Infection (Babylon 5)
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|Babylon 5 episode|
|Episode no.||Season 1
|Directed by||Richard Compton|
|Written by||J. Michael Straczynski|
|Original air date||18 February 1994|
"Infection" is an episode from the first season of the science fiction television series Babylon 5.
Dr. Vance Hendricks brings to Babylon 5 a deadly weapon from a long-dead civilization that is revived and wreaks havoc on the station.
The artifacts are confiscated by EarthForce Bioweapons Division.
- "Infection" marks the first mention of Interplanetary Expeditions, or IPX, an archaeological research corporation with ties to secret government projects and weapons research. The company is featured prominently in the third season episode "Messages from Earth."
- Garibaldi has been fired from 5 different jobs for "unspecified personal problems" (later revealed to be his alcoholism). His assignment on Babylon 5 is probably his last shot in Earth Force.
- The Vorlons have technology based on organic systems, and there is a strong hint that the Minbari do as well.
- Towards the end of the episode, Garibaldi comments on Sinclair's rash bravery, which seemed common among veterans of the Earth-Minbari War. He notes, "I think they're looking for something worth dying for because it's easier than finding something worth living for." This line of thinking is repeated by Lorien in the Season 4 episode Whatever Happened to Mr. Garibaldi?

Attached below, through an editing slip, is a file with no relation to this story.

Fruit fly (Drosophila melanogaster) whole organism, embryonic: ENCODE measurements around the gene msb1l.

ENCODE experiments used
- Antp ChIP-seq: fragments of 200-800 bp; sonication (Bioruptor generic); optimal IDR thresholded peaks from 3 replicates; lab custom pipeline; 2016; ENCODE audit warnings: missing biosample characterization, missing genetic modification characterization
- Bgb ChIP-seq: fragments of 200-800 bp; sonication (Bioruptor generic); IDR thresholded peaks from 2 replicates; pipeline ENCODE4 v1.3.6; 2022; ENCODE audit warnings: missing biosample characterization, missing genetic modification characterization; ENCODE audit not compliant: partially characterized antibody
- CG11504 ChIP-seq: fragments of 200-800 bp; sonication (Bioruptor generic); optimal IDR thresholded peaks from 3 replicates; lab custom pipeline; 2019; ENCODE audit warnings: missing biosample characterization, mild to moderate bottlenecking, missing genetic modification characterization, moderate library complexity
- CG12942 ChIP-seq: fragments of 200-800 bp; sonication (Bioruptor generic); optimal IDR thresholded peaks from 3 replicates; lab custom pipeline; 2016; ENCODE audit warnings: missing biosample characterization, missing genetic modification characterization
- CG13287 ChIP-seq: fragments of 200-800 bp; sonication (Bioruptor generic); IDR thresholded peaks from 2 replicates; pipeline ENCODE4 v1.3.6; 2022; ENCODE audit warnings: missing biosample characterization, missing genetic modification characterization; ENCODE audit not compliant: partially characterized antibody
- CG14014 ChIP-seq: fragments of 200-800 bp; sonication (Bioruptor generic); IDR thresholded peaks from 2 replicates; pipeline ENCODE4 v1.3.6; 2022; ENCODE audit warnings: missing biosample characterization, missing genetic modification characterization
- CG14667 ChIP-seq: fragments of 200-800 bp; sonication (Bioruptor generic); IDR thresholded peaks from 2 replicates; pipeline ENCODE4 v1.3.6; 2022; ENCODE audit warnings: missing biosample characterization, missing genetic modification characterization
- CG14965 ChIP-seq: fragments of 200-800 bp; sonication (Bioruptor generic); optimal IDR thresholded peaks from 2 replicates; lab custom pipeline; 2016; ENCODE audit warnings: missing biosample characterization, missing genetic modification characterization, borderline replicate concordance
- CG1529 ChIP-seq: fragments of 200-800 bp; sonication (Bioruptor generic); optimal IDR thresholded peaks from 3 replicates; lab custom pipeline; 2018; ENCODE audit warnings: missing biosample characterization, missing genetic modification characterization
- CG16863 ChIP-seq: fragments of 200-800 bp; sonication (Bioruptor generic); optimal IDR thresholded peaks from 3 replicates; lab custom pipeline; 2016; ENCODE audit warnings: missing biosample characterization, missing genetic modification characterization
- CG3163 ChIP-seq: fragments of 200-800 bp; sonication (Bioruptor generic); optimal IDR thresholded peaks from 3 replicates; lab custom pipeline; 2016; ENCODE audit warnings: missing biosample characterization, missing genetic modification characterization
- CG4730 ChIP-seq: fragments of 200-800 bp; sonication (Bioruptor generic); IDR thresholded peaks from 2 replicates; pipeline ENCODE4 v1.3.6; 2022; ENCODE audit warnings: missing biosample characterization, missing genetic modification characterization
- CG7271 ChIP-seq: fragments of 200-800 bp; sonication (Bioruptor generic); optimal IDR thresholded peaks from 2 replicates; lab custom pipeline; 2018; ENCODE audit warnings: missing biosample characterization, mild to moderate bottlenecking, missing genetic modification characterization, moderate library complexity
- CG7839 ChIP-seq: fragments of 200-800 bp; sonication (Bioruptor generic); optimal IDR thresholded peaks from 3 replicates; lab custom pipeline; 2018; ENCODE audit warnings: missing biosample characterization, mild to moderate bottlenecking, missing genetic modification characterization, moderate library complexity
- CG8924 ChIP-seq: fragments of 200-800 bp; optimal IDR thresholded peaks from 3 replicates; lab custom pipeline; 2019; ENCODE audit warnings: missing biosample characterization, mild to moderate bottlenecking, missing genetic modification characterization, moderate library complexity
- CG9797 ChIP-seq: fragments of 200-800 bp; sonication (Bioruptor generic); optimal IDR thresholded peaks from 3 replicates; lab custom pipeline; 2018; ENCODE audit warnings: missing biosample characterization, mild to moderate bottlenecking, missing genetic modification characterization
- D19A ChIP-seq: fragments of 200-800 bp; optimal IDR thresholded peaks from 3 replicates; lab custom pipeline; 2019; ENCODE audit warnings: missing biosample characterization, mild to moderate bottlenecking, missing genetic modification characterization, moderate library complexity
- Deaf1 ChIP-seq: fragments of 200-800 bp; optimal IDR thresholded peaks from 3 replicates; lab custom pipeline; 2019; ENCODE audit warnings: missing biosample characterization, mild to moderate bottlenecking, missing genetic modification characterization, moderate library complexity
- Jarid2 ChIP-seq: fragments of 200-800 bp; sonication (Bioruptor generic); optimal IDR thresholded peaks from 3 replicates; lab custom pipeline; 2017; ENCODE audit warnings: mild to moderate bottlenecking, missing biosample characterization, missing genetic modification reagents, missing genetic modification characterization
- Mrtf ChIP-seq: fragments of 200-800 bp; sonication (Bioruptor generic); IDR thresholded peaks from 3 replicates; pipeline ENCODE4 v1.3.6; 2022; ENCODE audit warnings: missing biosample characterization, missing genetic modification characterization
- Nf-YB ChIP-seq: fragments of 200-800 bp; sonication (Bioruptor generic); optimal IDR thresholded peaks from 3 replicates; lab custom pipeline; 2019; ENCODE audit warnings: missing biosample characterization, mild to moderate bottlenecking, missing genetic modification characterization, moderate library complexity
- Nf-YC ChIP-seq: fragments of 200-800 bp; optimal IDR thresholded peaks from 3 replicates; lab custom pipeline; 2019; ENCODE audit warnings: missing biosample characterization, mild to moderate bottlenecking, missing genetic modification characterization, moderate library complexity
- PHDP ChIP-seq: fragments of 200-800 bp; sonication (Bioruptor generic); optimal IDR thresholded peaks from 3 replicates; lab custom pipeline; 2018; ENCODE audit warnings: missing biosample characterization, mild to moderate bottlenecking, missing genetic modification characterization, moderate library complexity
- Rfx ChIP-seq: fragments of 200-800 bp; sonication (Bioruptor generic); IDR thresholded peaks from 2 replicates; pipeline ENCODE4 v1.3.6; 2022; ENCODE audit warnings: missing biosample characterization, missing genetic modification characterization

- "Infection" was the first regular episode of Babylon 5 to be filmed. Coincidentally, guest star Marshall R. Teague also appeared in "Objects at Rest", the final episode of the series to be filmed, in which he played Ta'Lon.
- A reference to Star Trek technical consultant Michael Okuda can be seen when a medical scan of the alien artefact shows "Okudazin" as one of the contents. Okuda himself inserted many in jokes into the LCARS computer displays for Star Trek referencing other science fiction franchises.
- This episode is often cited as the weakest episode of the series.
- You forgot the first rule of a fanatic: when you become obsessed with the enemy, you become the enemy. - Michael O'Hare as "Jeffrey Sinclair"